10. Are multiple associations involved in the property? In very large developments, umbrella associations, as well as the smaller association into which you're buying, may require separate assessments.
Not all condominium, townhome and patio home residents are retired. Many younger professionals seek the luxury of upscale patio home developments because they would rather be hiking, skiing, and playing tennis or golf on the weekends, instead of mowing the lawn or cleaning the gutters. Higher-density home types are also in high demand by first-time homebuyers who are finding them to be affordable, and an entry to home ownership before their families have grown to where they need a larger house.
Individual units in a building or development in which owners hold title to the interior space while common area such as parking lots, community rooms, and recreational area are owned by all the residents. All of the exterior maintenance is done by the condo association.
Townhouses (Fee Simple Properties):
Although most townhouses legally are considered condos, the differences are apparent. Townhouses usually have at least two stories, for example, with the bedrooms located upstairs. Moreover, buyers often own the land beneath their townhouse, while condo owners do not. In a Fee Simple townhome most of the exterior maintenance is the responsibility of the owner not the condo association. Most townhouses share party walls. Because noise is the primary complaint of townhouse residents, it is critical for prospective buyers to check the quality of soundproofing in these communities. Additionally, home-seekers will want to ask current residences about their likes and dislikes about the community; and also check the reserves and financial state of the homeowners association, as well as find out if there are any pending assessment hikes.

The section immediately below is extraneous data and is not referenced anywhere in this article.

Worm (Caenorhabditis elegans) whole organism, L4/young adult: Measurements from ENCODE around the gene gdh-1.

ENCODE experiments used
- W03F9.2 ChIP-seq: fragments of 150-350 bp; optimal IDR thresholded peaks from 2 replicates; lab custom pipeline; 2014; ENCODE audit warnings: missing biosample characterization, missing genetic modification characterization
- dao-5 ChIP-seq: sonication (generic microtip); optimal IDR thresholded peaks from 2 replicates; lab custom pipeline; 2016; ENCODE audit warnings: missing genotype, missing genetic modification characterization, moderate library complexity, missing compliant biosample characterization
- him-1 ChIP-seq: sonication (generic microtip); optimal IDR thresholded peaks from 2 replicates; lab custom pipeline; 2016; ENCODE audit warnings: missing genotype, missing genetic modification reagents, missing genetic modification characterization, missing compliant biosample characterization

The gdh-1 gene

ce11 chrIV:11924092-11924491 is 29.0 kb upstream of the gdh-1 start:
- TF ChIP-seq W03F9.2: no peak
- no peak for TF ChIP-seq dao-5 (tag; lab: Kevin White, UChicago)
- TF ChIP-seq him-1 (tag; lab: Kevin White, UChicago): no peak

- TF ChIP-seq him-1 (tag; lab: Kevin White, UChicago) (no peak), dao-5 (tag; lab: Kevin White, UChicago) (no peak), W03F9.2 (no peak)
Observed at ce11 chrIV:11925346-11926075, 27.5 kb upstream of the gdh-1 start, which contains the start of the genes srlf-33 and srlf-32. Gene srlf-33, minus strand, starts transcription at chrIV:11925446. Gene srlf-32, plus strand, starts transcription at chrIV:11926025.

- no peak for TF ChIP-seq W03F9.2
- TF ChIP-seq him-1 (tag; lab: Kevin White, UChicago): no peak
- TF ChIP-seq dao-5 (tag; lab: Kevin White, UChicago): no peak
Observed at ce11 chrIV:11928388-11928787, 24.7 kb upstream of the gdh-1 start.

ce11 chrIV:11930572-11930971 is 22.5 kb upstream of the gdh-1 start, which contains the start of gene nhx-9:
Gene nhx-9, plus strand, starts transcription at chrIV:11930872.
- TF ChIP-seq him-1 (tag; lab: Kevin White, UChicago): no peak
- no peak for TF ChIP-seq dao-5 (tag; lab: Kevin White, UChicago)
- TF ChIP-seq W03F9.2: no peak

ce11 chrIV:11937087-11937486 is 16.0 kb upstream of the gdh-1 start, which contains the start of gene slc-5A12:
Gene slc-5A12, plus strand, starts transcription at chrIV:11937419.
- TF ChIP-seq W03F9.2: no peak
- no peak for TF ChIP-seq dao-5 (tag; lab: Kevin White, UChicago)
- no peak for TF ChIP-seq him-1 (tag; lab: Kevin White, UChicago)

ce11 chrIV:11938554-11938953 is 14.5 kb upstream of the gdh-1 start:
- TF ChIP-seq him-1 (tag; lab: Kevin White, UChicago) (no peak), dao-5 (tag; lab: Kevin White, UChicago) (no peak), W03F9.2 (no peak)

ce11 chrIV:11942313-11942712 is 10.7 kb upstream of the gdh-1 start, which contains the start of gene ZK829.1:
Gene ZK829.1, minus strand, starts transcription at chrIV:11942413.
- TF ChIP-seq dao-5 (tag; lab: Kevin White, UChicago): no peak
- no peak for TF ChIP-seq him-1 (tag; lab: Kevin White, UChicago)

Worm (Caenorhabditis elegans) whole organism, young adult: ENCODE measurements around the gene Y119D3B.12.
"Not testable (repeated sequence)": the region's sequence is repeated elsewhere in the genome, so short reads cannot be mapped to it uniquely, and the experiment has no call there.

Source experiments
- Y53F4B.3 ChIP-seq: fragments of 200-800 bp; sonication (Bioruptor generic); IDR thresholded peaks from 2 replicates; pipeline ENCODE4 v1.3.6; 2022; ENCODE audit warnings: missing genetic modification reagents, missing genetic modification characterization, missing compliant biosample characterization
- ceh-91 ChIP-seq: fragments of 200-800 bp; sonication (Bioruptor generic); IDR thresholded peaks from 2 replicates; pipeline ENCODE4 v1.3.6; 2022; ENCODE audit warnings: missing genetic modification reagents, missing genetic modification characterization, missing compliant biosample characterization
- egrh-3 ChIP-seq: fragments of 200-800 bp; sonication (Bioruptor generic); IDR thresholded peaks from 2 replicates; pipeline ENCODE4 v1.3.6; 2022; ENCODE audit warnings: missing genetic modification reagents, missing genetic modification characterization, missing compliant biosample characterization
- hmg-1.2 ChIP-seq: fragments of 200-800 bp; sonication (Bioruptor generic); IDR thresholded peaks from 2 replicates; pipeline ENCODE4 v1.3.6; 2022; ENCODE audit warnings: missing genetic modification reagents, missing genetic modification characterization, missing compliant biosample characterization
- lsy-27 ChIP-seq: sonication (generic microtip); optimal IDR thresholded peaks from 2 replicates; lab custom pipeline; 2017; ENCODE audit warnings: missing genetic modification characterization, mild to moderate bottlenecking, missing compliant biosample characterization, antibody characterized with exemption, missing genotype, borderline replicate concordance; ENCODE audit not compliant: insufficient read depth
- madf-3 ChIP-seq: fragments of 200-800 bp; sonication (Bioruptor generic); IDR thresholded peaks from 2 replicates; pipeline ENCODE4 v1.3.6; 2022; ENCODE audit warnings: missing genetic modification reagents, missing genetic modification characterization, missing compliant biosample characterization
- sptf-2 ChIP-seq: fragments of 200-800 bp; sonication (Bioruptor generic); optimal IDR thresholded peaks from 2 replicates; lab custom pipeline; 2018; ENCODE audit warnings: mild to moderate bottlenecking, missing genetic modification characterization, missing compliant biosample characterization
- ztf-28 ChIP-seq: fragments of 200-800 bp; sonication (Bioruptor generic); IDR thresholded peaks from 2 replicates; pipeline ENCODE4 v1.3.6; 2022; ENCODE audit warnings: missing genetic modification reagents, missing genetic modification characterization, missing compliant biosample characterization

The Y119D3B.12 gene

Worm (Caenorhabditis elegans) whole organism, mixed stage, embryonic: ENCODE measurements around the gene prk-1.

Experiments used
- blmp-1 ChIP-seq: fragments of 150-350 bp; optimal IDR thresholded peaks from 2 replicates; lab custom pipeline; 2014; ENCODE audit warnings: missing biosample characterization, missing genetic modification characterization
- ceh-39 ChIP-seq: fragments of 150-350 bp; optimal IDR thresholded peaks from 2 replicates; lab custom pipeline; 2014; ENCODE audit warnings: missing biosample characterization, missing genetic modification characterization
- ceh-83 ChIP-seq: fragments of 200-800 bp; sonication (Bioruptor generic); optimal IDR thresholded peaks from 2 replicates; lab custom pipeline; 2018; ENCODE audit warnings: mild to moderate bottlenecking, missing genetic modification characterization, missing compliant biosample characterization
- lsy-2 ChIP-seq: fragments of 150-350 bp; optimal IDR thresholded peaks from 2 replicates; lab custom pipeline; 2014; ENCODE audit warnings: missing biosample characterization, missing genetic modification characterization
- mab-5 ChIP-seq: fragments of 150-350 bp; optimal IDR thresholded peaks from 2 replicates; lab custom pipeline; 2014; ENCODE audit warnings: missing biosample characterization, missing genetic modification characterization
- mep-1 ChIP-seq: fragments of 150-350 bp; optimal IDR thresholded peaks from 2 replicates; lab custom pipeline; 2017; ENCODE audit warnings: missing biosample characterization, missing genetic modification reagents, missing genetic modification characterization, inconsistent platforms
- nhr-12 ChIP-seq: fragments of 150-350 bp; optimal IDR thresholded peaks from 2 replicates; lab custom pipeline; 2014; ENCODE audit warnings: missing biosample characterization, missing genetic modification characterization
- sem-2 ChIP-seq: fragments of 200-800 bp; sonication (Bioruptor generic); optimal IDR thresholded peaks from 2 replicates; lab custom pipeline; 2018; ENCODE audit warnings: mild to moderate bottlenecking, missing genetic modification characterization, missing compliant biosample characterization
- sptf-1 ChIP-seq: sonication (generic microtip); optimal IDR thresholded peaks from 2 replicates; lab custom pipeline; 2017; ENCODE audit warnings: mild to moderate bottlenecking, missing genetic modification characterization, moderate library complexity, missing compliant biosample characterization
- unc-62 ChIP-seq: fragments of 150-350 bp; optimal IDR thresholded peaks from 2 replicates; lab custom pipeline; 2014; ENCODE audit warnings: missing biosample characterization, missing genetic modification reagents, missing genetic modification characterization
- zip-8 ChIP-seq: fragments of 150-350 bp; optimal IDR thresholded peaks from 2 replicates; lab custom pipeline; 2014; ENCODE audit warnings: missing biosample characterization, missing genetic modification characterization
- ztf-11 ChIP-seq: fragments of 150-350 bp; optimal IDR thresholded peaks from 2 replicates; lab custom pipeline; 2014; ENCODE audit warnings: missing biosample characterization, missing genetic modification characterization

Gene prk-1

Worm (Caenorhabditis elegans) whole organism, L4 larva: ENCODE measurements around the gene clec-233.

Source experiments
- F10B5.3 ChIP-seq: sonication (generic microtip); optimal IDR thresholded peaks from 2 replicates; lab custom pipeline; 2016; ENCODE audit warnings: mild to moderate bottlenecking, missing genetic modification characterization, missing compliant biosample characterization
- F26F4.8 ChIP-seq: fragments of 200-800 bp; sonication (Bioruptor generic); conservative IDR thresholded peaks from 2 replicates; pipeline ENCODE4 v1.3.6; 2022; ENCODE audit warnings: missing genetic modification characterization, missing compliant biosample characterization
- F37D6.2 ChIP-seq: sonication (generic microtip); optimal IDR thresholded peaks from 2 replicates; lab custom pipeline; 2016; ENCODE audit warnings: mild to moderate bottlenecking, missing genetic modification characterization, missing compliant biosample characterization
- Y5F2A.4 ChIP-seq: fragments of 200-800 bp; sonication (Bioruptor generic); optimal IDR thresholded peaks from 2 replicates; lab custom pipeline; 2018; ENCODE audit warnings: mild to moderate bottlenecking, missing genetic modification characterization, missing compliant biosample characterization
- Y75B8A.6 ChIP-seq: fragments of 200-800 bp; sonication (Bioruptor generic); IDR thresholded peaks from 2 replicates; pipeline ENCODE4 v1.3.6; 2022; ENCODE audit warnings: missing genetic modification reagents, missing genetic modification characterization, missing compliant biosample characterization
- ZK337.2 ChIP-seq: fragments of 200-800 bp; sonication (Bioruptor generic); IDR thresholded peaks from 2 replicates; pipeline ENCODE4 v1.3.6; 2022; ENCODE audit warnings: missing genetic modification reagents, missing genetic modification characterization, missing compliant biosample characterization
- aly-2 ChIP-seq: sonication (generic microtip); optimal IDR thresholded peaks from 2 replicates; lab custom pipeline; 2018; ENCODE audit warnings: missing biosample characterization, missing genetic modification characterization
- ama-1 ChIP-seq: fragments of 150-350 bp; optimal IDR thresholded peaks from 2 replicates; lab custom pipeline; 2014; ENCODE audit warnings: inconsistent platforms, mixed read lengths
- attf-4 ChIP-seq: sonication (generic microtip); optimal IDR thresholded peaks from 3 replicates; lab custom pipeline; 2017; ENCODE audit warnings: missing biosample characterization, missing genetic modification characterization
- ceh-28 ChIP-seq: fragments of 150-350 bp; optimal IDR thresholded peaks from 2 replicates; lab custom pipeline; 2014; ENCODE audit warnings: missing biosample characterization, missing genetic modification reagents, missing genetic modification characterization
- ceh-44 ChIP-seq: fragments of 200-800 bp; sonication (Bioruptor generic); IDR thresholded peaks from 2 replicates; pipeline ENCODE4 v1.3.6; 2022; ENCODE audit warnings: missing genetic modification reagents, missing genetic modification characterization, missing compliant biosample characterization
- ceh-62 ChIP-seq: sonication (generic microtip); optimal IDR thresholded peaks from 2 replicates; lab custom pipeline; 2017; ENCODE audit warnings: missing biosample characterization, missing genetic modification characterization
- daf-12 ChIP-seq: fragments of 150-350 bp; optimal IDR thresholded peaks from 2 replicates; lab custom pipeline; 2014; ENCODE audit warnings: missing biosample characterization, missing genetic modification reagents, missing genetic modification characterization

Partio Homes or Cluster Homes:
Patio homes or cluster homes are single family homes. These homes are built on small lots which causes then to be close together thus in clusters. The home and land is owned. There is usually an association fee that includes lawn and landscaping care.